It seems so innocent. Do NOT be fooled by its trickster-ish ways.
Every time we use ‘should’, whether with ourselves or with someone else, we’re effectively saying “Uh-uh….wrong…not quite good enough”.
There’s a heaviness to it. A limited-ness. And a distinct lack of choice.
Recently I was out running when my watch indicated my pace was slower than usual. Generously, I figured it was because of the hill I was cresting.
But because I’m a coach, and I know that the ancestor to every action is thought, I figured I’d enquire as to what was circulating in my head.
Here’s what I discovered…I was should-ing all over myself.
“C’mon Avril, you should get a wriggle on and get up this hill …. hurry up, you have to file your tax return…..you should collect the washing, there’s rain on the horizon…you SHOULD……..you HAVE TO ……”
You get the picture. Heavy and uninspiring.
Little wonder my pace was laboured and slugglish.
Through the sweaty ache of my quads, I had a blinding flash of lucidity.
It was a real perception shifter.
It was this…
A dear friend of mine recently lost her husband to cancer. He was 35.
I thought about how much he’d love to have the opportunity to tackle this monster hill.
I imagined how delighted he’d be to have the liberty to calculate his tax return.
I figured he’d relish the chance to race the rain, and bring in the washing, one more time.
Instead of chugging through his To Do list in a moan-y fashion, he’d likely say, “Tremendous… today I feel well enough to get to tackle this hill…bring it on!”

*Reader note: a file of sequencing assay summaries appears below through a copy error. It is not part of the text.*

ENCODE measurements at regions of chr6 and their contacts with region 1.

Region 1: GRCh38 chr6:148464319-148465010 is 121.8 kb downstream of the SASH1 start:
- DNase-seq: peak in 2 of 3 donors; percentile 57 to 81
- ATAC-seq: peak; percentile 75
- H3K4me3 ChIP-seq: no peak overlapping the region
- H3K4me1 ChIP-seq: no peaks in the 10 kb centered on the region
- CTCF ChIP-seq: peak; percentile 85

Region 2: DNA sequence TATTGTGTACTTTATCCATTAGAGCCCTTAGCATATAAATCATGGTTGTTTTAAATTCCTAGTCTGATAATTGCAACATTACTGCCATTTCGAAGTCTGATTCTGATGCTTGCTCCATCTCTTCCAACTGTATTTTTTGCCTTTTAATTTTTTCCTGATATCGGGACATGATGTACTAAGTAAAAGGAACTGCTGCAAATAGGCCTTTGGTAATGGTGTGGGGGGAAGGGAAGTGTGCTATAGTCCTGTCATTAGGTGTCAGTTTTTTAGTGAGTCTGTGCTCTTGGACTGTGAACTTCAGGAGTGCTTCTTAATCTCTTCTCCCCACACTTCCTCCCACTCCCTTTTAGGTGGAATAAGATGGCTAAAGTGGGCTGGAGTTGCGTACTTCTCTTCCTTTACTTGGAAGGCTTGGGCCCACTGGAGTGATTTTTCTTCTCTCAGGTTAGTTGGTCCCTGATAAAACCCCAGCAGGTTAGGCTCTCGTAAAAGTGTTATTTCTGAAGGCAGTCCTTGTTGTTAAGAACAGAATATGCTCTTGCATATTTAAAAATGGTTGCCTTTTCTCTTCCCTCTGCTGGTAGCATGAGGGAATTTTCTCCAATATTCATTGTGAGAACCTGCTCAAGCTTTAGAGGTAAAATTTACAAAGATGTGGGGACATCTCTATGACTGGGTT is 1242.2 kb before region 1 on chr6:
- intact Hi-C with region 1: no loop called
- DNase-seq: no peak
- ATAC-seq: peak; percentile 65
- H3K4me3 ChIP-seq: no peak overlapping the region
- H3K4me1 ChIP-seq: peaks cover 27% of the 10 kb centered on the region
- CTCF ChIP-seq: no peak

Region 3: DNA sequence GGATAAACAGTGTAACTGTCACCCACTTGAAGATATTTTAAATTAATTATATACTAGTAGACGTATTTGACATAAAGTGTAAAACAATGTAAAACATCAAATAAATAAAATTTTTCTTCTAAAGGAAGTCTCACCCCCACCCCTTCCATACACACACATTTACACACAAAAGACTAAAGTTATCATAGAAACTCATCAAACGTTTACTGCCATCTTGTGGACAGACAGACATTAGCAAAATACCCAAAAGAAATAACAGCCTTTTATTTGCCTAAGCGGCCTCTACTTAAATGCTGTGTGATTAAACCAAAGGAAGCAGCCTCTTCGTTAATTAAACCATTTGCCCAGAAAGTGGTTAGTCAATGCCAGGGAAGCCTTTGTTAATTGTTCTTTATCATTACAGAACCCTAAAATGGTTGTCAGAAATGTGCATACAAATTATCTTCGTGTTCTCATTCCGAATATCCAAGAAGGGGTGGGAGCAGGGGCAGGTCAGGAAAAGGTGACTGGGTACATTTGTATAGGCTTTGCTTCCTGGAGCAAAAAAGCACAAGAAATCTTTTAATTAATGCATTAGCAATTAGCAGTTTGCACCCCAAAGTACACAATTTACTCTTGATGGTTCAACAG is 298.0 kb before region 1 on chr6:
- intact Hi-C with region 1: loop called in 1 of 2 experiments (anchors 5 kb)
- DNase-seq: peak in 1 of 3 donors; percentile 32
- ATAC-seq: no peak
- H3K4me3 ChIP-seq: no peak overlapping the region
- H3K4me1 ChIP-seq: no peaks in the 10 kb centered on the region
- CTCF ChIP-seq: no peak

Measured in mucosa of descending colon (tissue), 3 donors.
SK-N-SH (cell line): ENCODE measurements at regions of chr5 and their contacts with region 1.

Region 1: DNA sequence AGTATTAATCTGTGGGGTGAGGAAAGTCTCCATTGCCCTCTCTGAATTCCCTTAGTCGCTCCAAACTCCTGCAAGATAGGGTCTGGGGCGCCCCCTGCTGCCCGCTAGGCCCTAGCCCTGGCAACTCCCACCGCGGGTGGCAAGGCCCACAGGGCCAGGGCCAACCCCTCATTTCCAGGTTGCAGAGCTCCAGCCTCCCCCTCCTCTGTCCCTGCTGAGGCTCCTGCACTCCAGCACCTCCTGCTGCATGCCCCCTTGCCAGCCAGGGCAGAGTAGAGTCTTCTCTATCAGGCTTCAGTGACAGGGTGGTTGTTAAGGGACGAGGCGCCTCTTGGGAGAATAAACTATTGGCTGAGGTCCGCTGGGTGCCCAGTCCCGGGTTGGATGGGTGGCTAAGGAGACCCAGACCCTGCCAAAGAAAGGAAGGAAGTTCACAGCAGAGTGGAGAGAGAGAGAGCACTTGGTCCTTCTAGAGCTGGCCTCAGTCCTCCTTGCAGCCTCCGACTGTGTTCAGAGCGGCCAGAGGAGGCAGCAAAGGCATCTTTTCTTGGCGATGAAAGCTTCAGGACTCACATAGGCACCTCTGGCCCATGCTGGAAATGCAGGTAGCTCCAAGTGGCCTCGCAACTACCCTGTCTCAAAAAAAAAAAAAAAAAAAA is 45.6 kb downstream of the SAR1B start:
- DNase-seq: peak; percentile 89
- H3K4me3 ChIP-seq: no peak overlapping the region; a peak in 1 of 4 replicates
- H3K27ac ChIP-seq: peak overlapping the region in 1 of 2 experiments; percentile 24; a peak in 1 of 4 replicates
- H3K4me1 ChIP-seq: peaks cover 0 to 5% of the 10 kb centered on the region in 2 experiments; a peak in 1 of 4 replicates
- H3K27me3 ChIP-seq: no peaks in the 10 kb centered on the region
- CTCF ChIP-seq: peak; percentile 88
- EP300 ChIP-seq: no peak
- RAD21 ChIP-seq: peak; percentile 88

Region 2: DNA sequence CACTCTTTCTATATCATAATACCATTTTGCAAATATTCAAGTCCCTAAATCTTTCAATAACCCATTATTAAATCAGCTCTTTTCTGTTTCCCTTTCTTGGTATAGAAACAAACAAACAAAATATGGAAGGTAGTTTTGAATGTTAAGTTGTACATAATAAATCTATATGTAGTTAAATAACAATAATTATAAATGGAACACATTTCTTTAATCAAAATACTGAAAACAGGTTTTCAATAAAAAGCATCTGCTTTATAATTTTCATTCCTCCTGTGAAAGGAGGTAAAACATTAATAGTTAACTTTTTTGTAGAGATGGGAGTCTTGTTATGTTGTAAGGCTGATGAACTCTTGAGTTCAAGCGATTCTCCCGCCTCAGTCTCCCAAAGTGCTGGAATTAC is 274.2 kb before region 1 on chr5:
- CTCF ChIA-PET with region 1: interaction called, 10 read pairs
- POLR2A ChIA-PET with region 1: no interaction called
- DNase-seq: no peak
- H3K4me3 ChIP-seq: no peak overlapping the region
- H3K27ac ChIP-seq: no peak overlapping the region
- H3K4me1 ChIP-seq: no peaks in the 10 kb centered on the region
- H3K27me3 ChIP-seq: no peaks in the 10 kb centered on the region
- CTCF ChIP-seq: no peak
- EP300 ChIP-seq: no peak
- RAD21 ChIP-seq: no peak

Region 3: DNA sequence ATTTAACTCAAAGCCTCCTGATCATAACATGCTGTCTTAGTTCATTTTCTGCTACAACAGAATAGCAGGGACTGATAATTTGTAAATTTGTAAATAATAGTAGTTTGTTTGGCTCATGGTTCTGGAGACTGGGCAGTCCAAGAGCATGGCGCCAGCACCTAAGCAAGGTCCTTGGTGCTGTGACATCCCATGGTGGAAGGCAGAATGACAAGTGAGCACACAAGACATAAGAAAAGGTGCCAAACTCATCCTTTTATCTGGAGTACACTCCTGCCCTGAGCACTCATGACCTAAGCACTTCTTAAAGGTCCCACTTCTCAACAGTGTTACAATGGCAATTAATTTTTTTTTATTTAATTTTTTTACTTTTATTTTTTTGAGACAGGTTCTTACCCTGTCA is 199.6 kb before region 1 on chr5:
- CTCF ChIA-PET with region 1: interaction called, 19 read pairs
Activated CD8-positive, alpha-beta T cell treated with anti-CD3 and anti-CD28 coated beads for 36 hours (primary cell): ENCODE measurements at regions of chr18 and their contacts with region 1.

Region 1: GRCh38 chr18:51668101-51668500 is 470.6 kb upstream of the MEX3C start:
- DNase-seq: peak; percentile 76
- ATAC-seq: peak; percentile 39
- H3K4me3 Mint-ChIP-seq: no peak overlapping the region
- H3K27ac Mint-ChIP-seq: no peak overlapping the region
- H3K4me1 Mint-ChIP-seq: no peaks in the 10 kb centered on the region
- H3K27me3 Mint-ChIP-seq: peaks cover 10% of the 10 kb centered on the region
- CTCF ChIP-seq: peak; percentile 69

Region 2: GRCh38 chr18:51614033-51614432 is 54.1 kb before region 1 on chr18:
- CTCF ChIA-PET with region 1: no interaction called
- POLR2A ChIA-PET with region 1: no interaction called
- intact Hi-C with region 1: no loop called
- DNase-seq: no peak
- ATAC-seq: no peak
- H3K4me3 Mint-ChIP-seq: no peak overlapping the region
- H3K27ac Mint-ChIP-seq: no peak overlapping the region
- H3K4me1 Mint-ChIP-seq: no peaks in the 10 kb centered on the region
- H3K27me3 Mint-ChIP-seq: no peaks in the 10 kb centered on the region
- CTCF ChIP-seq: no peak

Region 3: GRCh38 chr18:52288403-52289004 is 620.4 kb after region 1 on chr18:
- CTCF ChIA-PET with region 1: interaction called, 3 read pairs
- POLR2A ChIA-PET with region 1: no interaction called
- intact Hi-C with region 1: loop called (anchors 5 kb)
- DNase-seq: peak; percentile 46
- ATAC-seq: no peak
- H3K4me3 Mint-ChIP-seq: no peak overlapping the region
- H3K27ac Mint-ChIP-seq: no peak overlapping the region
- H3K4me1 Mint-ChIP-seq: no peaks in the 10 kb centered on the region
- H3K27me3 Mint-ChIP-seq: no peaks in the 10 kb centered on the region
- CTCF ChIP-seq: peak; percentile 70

The fact is, you and I are here, right now, and the 154,138 people who have died today, are not.
What would they give to have just one more moment here with healthy legs, with beating heart, with hills to climb?
I have no magic wand. I cannot bring him back. But I can learn from him.
By changing one word.
There I was midway up the hill, panting on the pavement, and I replaced ” should” with “get to”.
“I get to run up this hill.”
It made ALL the difference in the world.
Compare and contrast, “I really should lose weight” with “I get to lose weight”. Or even better, “I choose to lose weight.”
Feel the difference?
See how much lighter, more inviting and infinitely more do-able “I get to” is?
At first it might feel forced and a bit silly. After a few days it will feel natural. You’ll feel freer, more thoughtful and more aware of why you do what you do.
Sometimes we become so encumbered by our To Do List or our Should List we forget to be thankful for the opportunity to be here to complete them.
It’s the smallest thing, but it has the power of something big. It’s a shift in perspective that can open your head and your heart and help you lose weight.
And if you choose to, you get to try it on ; )
Share and inspire us. What are you going to change on your Should List? What are you going to get to do or choose to do instead?
Love etc, Avril